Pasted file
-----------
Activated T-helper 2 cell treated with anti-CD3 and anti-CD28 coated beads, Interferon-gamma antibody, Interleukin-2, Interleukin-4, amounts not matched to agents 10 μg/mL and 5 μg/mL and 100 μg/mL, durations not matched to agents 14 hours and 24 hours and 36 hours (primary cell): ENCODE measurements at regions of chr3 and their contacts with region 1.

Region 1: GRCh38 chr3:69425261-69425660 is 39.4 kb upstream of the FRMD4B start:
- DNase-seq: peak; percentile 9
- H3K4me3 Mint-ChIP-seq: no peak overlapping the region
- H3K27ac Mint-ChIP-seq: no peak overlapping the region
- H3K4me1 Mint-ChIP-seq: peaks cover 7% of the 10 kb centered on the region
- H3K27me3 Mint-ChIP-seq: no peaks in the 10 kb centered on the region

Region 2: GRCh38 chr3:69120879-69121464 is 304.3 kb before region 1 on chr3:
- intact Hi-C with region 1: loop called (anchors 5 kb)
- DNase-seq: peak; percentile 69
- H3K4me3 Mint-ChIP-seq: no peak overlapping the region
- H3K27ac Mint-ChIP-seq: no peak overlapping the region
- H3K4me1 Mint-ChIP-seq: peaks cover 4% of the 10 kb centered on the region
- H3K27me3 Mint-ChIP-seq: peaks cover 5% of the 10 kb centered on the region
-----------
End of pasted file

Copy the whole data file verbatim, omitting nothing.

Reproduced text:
Activated T-helper 2 cell treated with anti-CD3 and anti-CD28 coated beads, Interferon-gamma antibody, Interleukin-2, Interleukin-4, amounts not matched to agents 10 μg/mL and 5 μg/mL and 100 μg/mL, durations not matched to agents 14 hours and 24 hours and 36 hours (primary cell): ENCODE measurements at regions of chr3 and their contacts with region 1.

Region 1: GRCh38 chr3:69425261-69425660 is 39.4 kb upstream of the FRMD4B start:
- DNase-seq: peak; percentile 9
- H3K4me3 Mint-ChIP-seq: no peak overlapping the region
- H3K27ac Mint-ChIP-seq: no peak overlapping the region
- H3K4me1 Mint-ChIP-seq: peaks cover 7% of the 10 kb centered on the region
- H3K27me3 Mint-ChIP-seq: no peaks in the 10 kb centered on the region

Region 2: GRCh38 chr3:69120879-69121464 is 304.3 kb before region 1 on chr3:
- intact Hi-C with region 1: loop called (anchors 5 kb)
- DNase-seq: peak; percentile 69
- H3K4me3 Mint-ChIP-seq: no peak overlapping the region
- H3K27ac Mint-ChIP-seq: no peak overlapping the region
- H3K4me1 Mint-ChIP-seq: peaks cover 4% of the 10 kb centered on the region
- H3K27me3 Mint-ChIP-seq: peaks cover 5% of the 10 kb centered on the region